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Ultradense protium p(0) and deuterium D(0) and their relation to ordinary Rydberg matter: a review

Review article
Authors Leif Holmlid
Sindre Zeiner-Gundersen
Published in Physica Scripta
Volume 94
Issue 7
Pages 1-26
ISSN 0031-8949
Publication year 2019
Published at Department of Chemistry and Molecular Biology
Pages 1-26
Language en
Keywords ultra-dense hydrogen, quantum material, cluster, mass spectrometry
Subject categories Physical Sciences, Chemical Sciences


The extremely large density of ultra-dense hydrogen H(0) has been proved in numerous experiments by three laser-induced methods, namely Coulomb explosions observed by particle time-of-flight (TOF) and TOF mass spectrometry, rotational emission spectroscopy in the visible, and annihilation-like meson ejecting nuclear reaction processes. The density of H(0) at the quite common spin level s = 2 is of the order of 100 kg cm−3. The theory of ultra-dense hydrogen H(0) is described briefly, especially the 'mixed' spin quantum number s and its relation to the internuclear distances. The orbital angular momentum of the bonding electrons in H(0) is l = 0, which gives the H(0) designation. At s = 2 with electron total angular momentum L = ħ, the internuclear distance is 2.24 pm, and at s = 1 thus L = ħ/2, it is as small as 0.56 pm. The internuclear distances are measured by optical rotational spectroscopy with a precision as good as 10−3, thus with femtometer resolution. The dimensional factor (ratio of internuclear distance to the electron orbit radius) was determined to be 2.9 by electrostatic stability calculations for ordinary Rydberg matter. This value is found to be valid with high precision also for H(0) clusters with different shapes. Superfluidity and a Meissner effect at room temperature are only found for the long chain clusters H2N (0), while the small H3(0) and H4(0) clusters do not have any super properties. Instead, they are the clusters in which most of the nuclear reaction processes take place. These processes give meson showers (most types of kaons and pions) and, after meson decay, large fluxes of muons and other leptons. Published applications of these results already exist in the field of nuclear reactions, energy production (patented fusion reactor), space physics (the solar wind), and in astrophysics (dark matter and the interstellar medium).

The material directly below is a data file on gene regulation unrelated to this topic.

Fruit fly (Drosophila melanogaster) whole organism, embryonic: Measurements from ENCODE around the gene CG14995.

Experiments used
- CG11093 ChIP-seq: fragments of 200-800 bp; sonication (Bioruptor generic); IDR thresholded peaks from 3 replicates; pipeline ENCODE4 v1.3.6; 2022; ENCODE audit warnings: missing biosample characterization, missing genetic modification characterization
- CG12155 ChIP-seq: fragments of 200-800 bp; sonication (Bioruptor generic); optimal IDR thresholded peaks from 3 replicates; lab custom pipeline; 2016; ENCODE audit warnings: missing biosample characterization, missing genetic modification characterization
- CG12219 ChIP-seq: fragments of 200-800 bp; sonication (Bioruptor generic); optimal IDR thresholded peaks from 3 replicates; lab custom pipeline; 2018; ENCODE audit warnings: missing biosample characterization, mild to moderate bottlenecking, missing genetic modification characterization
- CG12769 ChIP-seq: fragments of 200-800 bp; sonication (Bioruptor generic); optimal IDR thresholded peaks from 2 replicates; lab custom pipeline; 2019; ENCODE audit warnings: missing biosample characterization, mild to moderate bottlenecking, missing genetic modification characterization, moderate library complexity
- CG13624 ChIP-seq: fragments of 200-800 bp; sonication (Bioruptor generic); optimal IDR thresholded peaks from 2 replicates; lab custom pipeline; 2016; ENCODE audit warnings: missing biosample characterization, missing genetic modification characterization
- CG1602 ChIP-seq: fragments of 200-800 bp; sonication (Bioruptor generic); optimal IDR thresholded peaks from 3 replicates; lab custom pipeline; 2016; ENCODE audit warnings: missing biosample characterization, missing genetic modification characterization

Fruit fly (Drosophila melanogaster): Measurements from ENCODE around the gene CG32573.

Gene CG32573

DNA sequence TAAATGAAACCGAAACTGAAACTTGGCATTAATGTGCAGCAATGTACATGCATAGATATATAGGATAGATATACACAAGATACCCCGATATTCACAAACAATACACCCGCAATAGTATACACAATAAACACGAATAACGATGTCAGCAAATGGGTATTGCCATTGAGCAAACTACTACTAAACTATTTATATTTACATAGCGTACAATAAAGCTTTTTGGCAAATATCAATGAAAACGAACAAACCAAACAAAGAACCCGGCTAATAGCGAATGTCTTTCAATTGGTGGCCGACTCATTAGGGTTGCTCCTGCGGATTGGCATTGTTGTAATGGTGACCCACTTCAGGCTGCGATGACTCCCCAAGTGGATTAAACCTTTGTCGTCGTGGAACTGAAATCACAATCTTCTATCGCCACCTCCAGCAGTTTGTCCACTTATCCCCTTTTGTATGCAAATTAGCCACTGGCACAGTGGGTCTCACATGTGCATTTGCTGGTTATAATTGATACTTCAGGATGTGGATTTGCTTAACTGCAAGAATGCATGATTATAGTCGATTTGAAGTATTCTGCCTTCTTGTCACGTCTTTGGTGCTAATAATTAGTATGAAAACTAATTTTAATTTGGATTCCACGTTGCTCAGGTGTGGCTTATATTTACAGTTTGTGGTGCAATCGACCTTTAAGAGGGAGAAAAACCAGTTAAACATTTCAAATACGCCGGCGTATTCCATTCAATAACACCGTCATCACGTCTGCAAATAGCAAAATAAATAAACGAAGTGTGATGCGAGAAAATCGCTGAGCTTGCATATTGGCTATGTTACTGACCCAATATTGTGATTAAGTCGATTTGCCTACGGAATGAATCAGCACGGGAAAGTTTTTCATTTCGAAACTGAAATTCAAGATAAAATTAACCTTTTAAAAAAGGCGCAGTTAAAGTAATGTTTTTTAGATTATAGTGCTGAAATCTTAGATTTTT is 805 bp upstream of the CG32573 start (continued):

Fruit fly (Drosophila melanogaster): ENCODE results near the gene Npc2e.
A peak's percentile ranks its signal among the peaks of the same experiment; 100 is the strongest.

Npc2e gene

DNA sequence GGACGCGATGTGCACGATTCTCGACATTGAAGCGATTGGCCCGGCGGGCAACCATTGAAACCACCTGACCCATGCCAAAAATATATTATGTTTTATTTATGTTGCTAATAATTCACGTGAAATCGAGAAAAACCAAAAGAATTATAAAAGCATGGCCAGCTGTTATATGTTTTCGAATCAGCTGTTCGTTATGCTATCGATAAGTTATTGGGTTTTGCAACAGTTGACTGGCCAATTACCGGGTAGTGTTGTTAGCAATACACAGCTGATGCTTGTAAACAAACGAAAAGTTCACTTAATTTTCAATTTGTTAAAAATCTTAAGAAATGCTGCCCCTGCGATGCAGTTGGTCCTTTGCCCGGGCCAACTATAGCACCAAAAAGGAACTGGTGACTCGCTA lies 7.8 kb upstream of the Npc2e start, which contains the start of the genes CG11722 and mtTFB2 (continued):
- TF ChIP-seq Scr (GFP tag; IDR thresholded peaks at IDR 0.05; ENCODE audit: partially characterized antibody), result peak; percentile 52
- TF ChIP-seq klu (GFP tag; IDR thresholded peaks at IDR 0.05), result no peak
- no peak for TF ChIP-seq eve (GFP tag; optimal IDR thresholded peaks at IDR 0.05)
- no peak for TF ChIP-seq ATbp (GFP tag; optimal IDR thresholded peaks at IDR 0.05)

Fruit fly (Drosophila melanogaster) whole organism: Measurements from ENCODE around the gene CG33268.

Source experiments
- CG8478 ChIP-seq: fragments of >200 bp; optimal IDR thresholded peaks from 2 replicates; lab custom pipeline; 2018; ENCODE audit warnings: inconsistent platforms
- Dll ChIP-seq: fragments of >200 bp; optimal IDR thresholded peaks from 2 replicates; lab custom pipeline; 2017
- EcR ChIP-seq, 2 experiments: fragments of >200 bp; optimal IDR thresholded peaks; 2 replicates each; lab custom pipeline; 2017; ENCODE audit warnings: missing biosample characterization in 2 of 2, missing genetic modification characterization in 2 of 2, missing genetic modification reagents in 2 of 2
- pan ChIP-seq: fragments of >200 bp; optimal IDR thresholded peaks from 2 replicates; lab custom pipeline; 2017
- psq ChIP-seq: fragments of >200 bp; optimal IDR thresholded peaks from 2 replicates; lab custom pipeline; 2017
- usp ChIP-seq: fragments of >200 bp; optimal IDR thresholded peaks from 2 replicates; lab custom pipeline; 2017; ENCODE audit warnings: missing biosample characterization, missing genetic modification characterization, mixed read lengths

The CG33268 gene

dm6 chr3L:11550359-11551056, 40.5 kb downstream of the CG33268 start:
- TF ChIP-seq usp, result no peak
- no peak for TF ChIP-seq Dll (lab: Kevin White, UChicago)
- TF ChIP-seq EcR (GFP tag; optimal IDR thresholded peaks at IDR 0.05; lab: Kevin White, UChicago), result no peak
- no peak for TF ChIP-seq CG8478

Page Manager: Webmaster|Last update: 9/11/2012

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